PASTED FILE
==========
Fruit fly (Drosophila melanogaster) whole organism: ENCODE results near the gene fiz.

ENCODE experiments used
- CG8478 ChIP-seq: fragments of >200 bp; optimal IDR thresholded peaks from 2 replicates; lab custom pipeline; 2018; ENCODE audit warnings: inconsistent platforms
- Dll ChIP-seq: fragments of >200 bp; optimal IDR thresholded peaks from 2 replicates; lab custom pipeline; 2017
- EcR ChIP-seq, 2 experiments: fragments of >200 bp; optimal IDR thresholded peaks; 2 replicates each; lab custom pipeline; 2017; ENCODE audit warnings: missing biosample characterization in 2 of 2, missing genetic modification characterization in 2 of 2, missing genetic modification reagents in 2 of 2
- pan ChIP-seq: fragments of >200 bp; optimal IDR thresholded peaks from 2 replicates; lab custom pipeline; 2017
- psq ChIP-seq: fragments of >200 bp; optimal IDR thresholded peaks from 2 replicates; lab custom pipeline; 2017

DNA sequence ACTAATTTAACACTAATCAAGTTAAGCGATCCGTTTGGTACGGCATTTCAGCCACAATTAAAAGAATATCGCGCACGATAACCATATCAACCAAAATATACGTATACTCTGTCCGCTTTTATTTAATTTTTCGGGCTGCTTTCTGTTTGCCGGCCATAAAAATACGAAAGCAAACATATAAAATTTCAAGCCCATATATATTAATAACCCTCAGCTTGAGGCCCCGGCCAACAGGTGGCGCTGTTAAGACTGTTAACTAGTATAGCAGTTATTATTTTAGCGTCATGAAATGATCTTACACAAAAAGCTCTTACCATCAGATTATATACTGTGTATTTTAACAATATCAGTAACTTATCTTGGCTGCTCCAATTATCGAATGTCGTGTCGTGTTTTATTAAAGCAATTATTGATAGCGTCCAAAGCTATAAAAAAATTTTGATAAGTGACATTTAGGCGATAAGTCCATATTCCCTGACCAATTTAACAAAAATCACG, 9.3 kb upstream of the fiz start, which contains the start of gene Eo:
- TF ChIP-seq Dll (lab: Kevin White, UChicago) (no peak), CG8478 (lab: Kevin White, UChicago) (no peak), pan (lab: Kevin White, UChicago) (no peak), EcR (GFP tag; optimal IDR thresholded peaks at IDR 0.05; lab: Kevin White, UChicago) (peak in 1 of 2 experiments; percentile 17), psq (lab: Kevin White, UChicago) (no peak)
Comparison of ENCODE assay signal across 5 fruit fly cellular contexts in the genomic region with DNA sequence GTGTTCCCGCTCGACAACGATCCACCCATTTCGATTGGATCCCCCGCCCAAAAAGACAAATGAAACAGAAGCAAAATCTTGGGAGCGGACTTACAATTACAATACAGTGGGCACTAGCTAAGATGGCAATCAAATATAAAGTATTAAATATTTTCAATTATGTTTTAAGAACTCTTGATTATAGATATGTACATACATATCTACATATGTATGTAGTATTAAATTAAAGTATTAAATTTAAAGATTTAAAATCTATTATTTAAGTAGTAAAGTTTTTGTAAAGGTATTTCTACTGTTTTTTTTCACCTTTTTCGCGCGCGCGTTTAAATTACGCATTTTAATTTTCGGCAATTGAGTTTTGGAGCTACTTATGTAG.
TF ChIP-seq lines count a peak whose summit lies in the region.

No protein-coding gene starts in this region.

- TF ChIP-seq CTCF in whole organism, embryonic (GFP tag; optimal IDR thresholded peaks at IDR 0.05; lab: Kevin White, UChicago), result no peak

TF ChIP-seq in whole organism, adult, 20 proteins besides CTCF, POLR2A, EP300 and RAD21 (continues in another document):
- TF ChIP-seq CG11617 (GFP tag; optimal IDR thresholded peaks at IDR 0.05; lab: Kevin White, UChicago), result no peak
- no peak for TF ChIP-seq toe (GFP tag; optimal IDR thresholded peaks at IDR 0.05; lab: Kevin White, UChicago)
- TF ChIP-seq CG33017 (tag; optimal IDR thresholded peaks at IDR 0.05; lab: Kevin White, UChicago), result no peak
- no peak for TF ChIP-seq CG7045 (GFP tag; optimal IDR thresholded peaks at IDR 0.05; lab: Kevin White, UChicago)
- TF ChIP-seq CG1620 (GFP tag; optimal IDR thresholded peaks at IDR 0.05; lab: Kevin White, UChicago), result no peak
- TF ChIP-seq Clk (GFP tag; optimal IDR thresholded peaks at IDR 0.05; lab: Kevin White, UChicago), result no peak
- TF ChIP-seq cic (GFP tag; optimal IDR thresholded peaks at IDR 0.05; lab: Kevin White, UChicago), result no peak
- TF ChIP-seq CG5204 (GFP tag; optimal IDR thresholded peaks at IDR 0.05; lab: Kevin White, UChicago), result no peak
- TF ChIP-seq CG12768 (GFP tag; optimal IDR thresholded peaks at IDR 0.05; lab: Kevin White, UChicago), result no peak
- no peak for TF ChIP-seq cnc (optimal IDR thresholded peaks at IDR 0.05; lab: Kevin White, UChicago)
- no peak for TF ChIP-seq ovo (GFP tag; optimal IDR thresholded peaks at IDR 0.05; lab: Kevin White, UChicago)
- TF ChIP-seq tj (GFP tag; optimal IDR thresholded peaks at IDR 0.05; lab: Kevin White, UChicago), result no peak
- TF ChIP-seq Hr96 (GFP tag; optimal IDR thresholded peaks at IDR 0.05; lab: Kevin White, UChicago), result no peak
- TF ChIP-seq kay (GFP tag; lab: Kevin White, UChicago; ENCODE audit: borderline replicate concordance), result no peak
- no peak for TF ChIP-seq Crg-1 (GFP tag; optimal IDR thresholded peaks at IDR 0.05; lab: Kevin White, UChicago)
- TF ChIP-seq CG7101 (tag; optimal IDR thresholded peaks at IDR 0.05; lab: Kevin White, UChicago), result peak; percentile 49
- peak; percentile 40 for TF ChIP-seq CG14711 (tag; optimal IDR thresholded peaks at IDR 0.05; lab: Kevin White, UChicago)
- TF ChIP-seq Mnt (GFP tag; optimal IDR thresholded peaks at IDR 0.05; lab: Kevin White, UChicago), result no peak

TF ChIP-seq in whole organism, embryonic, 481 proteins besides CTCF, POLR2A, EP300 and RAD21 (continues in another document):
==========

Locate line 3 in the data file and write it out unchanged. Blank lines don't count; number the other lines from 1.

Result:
- CG8478 ChIP-seq: fragments of >200 bp; optimal IDR thresholded peaks from 2 replicates; lab custom pipeline; 2018; ENCODE audit warnings: inconsistent platforms